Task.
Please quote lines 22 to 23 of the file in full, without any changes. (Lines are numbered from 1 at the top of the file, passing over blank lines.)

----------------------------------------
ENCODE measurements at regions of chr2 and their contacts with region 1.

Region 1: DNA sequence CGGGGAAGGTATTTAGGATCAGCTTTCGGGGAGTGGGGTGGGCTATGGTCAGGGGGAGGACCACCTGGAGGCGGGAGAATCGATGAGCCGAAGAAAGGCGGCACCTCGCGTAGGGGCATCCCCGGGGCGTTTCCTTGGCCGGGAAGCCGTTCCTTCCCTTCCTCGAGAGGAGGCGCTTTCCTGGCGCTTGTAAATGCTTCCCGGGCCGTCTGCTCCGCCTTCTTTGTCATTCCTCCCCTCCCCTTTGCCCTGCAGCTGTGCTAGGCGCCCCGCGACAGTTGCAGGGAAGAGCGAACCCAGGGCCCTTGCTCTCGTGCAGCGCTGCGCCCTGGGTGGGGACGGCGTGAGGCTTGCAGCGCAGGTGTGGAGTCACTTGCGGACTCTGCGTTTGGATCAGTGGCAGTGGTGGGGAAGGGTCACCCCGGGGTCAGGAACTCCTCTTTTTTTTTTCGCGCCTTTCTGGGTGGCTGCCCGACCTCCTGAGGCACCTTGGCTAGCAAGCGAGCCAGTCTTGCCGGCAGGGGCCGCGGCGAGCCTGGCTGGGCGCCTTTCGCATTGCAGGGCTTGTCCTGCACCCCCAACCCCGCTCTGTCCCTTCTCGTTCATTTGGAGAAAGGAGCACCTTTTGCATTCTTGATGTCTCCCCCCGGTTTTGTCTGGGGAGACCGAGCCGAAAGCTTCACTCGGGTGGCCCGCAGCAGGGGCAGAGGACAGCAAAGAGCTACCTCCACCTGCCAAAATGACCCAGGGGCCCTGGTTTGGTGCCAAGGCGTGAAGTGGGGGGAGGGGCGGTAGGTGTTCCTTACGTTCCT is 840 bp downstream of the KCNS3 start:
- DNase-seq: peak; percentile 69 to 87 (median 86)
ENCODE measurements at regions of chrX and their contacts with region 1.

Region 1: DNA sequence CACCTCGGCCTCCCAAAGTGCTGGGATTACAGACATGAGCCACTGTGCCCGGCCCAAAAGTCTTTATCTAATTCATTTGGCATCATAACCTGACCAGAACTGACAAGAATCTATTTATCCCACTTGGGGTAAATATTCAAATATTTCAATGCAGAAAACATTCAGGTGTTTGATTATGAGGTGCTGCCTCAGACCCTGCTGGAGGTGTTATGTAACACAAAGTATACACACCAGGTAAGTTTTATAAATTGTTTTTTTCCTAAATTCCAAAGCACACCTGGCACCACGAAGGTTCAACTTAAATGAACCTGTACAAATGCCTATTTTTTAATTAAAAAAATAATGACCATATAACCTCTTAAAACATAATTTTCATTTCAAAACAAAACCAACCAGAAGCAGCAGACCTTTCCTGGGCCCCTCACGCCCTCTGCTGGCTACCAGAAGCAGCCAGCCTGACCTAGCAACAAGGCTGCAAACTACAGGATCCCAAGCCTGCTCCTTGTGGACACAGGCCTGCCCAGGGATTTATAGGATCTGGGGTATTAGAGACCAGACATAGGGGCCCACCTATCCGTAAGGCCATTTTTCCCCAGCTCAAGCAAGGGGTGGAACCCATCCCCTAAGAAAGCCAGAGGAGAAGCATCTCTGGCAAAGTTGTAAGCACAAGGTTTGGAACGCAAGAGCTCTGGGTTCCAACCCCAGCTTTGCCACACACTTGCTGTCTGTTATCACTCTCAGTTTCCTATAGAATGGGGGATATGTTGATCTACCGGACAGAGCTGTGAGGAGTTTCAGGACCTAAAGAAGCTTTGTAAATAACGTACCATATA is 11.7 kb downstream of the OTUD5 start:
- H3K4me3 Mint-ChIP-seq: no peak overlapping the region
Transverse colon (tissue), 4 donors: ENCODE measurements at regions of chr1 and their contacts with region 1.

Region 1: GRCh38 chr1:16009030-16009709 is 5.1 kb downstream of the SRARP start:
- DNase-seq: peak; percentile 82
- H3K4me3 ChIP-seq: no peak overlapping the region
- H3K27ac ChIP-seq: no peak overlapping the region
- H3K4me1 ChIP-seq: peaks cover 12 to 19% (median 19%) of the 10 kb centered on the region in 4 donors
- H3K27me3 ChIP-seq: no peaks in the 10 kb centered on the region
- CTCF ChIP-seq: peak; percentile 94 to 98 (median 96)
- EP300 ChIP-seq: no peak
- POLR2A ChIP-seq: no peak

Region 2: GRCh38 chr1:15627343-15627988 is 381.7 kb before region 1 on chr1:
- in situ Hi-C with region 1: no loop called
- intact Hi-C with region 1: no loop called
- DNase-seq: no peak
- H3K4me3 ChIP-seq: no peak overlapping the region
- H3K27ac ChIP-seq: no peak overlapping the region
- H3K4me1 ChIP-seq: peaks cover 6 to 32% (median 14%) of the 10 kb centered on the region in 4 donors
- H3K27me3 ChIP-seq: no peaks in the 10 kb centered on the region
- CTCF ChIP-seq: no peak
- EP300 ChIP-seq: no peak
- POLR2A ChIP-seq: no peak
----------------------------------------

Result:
- H3K27ac ChIP-seq: no peak overlapping the region
- H3K4me1 ChIP-seq: peaks cover 6 to 32% (median 14%) of the 10 kb centered on the region in 4 donors